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  1. In a word, you are wrong!

  2. In a sentence, you are wrong!

Which is more natural?

I feel "in a word" is more common than "in a sentence", but "you are wrong!" consists of three words rather than "a word"; so it seems "in a sentence" is more correct.

Am I right?

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In a word is an idiom. It means, roughly, "As a short, pithy, description, I will say...". Idioms are not expected to be literal, especially since most of them are metaphors.

In a sentence, however, is just an ordinary prepositional phrase, is not an idiom, and has no special or metaphorical meaning, and thus must be interpreted literally. So it has no particular reason to appear in this sentence, since You are wrong! -- like practically every other utterance -- is already, and obviously, in a sentence. In a sentence, what else is new?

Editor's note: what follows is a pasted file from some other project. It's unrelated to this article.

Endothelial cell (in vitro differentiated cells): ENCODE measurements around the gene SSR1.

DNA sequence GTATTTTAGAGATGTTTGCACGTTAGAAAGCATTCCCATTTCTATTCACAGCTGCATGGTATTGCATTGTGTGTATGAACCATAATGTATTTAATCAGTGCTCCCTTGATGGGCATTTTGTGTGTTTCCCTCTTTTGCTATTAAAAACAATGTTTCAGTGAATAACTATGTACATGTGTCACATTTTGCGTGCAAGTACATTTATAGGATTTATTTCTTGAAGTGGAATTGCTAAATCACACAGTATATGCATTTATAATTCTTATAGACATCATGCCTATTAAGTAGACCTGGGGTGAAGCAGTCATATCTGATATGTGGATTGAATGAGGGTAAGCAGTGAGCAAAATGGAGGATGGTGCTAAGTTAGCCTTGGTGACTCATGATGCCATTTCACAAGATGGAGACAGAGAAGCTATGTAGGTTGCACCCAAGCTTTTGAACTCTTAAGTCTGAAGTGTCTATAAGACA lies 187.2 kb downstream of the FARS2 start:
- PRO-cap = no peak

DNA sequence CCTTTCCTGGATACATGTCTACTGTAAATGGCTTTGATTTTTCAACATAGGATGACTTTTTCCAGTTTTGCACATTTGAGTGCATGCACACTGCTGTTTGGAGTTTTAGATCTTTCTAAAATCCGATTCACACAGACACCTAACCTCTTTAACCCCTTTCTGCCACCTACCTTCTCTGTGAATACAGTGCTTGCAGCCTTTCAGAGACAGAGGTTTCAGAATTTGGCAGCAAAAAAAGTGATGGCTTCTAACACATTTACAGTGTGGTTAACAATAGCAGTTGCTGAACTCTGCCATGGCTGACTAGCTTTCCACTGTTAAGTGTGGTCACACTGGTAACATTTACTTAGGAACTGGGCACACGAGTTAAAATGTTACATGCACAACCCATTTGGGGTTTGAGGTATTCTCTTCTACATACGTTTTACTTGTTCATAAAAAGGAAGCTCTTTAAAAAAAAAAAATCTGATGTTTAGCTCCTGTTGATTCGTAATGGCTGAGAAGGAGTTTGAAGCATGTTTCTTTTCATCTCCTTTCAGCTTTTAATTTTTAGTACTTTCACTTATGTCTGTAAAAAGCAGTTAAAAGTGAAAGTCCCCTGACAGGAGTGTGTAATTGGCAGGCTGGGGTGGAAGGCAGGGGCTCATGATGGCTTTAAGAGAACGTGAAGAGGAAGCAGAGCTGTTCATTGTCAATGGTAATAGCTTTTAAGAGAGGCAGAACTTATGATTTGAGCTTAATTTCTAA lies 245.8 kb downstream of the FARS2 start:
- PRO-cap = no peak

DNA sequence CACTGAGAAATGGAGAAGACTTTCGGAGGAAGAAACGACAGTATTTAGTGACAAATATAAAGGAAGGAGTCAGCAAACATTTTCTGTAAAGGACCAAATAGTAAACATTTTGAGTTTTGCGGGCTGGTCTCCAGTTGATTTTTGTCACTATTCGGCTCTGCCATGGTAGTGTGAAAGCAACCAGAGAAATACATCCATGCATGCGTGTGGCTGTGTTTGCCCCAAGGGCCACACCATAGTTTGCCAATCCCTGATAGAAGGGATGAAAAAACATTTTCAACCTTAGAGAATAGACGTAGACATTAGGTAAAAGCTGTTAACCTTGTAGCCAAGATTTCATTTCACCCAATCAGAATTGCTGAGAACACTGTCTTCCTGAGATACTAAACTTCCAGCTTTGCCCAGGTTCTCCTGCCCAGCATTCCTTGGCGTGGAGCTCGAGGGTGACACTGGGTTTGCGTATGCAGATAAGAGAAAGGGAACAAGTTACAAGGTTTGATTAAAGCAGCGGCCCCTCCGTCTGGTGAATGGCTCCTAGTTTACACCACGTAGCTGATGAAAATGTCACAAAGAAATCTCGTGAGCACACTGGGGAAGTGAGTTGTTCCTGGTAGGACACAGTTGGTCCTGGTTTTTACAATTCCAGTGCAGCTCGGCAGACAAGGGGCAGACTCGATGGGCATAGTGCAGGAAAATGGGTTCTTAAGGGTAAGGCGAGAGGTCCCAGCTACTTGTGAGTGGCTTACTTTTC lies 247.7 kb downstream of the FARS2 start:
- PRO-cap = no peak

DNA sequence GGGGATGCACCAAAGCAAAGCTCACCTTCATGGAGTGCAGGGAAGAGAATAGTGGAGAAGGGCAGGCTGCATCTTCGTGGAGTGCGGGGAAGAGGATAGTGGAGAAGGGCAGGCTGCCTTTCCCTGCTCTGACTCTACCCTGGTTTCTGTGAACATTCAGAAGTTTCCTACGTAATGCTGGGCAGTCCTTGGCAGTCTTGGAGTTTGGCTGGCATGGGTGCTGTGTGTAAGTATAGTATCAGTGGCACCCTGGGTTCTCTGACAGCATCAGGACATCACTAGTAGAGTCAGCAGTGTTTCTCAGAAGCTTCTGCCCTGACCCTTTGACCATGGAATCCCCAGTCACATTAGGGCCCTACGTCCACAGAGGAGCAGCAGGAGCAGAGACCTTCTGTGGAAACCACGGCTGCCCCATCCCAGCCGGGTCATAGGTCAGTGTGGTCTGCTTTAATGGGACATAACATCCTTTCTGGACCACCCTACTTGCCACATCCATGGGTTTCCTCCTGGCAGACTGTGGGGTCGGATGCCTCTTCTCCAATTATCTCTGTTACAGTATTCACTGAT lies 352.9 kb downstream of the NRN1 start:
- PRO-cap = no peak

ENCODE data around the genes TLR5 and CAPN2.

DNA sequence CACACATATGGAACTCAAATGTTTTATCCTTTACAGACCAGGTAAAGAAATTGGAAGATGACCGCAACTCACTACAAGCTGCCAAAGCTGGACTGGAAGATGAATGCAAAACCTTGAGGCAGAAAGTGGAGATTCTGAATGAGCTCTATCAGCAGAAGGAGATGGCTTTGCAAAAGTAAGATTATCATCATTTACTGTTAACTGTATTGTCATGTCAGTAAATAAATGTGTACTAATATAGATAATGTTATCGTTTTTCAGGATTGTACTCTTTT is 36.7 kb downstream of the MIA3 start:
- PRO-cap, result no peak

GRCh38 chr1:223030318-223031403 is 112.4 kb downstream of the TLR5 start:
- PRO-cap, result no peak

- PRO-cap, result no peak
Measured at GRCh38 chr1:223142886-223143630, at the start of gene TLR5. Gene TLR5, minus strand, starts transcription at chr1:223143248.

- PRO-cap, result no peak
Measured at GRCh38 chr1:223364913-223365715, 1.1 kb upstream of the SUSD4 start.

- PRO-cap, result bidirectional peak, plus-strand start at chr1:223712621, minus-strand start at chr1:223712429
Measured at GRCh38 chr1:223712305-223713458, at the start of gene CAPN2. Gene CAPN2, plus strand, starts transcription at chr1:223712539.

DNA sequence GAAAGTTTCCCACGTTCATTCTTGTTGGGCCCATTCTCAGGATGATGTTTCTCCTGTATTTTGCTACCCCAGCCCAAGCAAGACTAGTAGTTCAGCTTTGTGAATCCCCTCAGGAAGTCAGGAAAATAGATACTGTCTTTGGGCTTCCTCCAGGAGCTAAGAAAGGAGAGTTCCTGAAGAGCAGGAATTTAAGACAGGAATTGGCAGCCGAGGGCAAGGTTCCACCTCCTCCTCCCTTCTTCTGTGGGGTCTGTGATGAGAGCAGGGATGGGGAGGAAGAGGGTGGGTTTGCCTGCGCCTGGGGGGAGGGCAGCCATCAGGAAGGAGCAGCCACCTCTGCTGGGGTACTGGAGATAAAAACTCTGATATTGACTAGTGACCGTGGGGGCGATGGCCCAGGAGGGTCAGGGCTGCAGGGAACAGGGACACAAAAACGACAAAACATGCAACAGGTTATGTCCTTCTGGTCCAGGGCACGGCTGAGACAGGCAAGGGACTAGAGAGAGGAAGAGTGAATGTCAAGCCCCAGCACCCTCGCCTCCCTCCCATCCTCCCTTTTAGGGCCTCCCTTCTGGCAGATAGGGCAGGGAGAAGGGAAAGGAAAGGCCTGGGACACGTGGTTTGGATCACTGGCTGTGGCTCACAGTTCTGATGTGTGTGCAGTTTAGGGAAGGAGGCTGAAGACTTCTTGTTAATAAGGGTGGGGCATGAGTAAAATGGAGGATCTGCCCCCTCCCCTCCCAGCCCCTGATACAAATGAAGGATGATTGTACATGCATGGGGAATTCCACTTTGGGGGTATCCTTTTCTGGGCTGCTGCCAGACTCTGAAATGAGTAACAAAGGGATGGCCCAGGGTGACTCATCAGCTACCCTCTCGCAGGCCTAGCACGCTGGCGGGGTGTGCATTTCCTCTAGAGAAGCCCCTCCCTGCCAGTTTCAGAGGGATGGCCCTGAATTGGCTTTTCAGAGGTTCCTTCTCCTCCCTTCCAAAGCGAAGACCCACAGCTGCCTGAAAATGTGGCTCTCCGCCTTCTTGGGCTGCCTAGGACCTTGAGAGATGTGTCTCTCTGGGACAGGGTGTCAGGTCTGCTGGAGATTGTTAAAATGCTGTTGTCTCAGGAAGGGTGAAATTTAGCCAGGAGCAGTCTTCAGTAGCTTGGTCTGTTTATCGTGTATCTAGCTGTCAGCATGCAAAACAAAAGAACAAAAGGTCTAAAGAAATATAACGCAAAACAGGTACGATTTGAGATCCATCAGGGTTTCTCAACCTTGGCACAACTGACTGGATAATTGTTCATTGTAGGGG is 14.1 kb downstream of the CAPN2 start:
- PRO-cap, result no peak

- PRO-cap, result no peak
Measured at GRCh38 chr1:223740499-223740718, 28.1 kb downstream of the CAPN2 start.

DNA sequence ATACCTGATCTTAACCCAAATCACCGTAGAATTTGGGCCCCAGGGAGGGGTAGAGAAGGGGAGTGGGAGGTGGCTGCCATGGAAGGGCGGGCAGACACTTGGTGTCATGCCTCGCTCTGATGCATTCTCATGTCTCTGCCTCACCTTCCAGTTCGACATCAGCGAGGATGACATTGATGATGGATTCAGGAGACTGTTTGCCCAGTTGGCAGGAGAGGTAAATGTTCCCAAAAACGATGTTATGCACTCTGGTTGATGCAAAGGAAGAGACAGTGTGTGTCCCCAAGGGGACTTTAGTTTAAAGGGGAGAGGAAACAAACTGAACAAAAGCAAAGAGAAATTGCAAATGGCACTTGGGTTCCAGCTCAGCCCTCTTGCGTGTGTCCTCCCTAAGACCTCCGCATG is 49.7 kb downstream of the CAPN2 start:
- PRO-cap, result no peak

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    Yes - one is reminded of the recurring 'Police Squad' scenes where Frank Drebin eventually bows to the inevitable and goes to ask shoe-shine Johnny what the word on the street is. For the usual fee, Drebin is usually told motive, means, method, where to apprehend the criminal, how to play it ... by Johnny (the World's other consulting detective?) – Edwin Ashworth Feb 4 '13 at 19:41
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In a word, neither!

But really, I've never seen the latter used. The former is used sometimes, but it seems for your purposes "In short, you are wrong!" is a good substitution.

  • So you mean there should follow only one word after "in a word", right? – yaobin Aug 15 '13 at 15:22
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Yes, neither are used by native speakers of English, as far as I know. Plus, we would soften the statement by saying, "Actually, I think perhaps you are wrong." or "The truth is, I'm afraid you are wrong."

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